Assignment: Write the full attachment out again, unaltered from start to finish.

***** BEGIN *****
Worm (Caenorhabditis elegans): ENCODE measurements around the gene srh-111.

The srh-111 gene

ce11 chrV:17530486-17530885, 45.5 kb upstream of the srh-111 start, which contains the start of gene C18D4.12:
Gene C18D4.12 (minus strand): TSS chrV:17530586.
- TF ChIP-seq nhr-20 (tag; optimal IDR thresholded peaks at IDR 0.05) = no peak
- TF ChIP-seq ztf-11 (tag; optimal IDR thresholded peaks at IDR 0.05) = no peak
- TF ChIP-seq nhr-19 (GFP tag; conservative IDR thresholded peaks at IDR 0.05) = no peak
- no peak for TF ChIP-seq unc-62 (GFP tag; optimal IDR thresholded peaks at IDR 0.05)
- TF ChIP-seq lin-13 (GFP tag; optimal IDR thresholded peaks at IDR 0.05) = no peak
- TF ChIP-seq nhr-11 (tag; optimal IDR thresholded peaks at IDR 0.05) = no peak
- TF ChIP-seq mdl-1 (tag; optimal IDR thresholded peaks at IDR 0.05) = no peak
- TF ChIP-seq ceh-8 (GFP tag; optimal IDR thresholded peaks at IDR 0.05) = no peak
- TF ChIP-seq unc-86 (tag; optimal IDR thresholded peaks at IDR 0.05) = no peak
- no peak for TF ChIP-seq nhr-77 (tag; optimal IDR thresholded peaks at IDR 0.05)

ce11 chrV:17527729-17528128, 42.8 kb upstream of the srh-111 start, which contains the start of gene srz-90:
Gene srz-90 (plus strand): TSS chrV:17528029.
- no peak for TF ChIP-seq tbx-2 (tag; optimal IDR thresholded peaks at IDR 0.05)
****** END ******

Worm (Caenorhabditis elegans): ENCODE measurements around the gene srh-111.

The srh-111 gene

ce11 chrV:17530486-17530885, 45.5 kb upstream of the srh-111 start, which contains the start of gene C18D4.12:
Gene C18D4.12 (minus strand): TSS chrV:17530586.
- TF ChIP-seq nhr-20 (tag; optimal IDR thresholded peaks at IDR 0.05) = no peak
- TF ChIP-seq ztf-11 (tag; optimal IDR thresholded peaks at IDR 0.05) = no peak
- TF ChIP-seq nhr-19 (GFP tag; conservative IDR thresholded peaks at IDR 0.05) = no peak
- no peak for TF ChIP-seq unc-62 (GFP tag; optimal IDR thresholded peaks at IDR 0.05)
- TF ChIP-seq lin-13 (GFP tag; optimal IDR thresholded peaks at IDR 0.05) = no peak
- TF ChIP-seq nhr-11 (tag; optimal IDR thresholded peaks at IDR 0.05) = no peak
- TF ChIP-seq mdl-1 (tag; optimal IDR thresholded peaks at IDR 0.05) = no peak
- TF ChIP-seq ceh-8 (GFP tag; optimal IDR thresholded peaks at IDR 0.05) = no peak
- TF ChIP-seq unc-86 (tag; optimal IDR thresholded peaks at IDR 0.05) = no peak
- no peak for TF ChIP-seq nhr-77 (tag; optimal IDR thresholded peaks at IDR 0.05)

ce11 chrV:17527729-17528128, 42.8 kb upstream of the srh-111 start, which contains the start of gene srz-90:
Gene srz-90 (plus strand): TSS chrV:17528029.
- no peak for TF ChIP-seq tbx-2 (tag; optimal IDR thresholded peaks at IDR 0.05)